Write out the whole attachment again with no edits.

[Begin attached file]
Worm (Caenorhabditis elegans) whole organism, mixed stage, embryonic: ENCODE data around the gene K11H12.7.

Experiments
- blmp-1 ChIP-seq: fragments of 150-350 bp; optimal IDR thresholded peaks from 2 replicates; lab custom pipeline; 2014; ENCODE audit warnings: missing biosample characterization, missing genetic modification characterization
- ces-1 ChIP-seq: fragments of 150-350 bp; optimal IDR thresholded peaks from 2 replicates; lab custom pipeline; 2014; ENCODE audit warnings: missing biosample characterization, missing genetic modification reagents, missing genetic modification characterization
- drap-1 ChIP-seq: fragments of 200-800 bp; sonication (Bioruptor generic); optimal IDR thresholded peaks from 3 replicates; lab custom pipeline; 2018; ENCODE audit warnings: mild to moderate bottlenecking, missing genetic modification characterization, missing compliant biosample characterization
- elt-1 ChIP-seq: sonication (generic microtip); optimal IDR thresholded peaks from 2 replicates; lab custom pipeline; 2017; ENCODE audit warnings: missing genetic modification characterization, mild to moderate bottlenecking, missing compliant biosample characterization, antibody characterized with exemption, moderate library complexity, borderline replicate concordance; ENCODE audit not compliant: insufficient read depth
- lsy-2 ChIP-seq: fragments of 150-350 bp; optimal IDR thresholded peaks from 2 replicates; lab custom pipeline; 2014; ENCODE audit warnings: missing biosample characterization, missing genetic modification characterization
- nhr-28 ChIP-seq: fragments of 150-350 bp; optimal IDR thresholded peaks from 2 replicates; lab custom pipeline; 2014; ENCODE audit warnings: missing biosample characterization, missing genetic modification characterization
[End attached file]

Worm (Caenorhabditis elegans) whole organism, mixed stage, embryonic: ENCODE data around the gene K11H12.7.

Experiments
- blmp-1 ChIP-seq: fragments of 150-350 bp; optimal IDR thresholded peaks from 2 replicates; lab custom pipeline; 2014; ENCODE audit warnings: missing biosample characterization, missing genetic modification characterization
- ces-1 ChIP-seq: fragments of 150-350 bp; optimal IDR thresholded peaks from 2 replicates; lab custom pipeline; 2014; ENCODE audit warnings: missing biosample characterization, missing genetic modification reagents, missing genetic modification characterization
- drap-1 ChIP-seq: fragments of 200-800 bp; sonication (Bioruptor generic); optimal IDR thresholded peaks from 3 replicates; lab custom pipeline; 2018; ENCODE audit warnings: mild to moderate bottlenecking, missing genetic modification characterization, missing compliant biosample characterization
- elt-1 ChIP-seq: sonication (generic microtip); optimal IDR thresholded peaks from 2 replicates; lab custom pipeline; 2017; ENCODE audit warnings: missing genetic modification characterization, mild to moderate bottlenecking, missing compliant biosample characterization, antibody characterized with exemption, moderate library complexity, borderline replicate concordance; ENCODE audit not compliant: insufficient read depth
- lsy-2 ChIP-seq: fragments of 150-350 bp; optimal IDR thresholded peaks from 2 replicates; lab custom pipeline; 2014; ENCODE audit warnings: missing biosample characterization, missing genetic modification characterization
- nhr-28 ChIP-seq: fragments of 150-350 bp; optimal IDR thresholded peaks from 2 replicates; lab custom pipeline; 2014; ENCODE audit warnings: missing biosample characterization, missing genetic modification characterization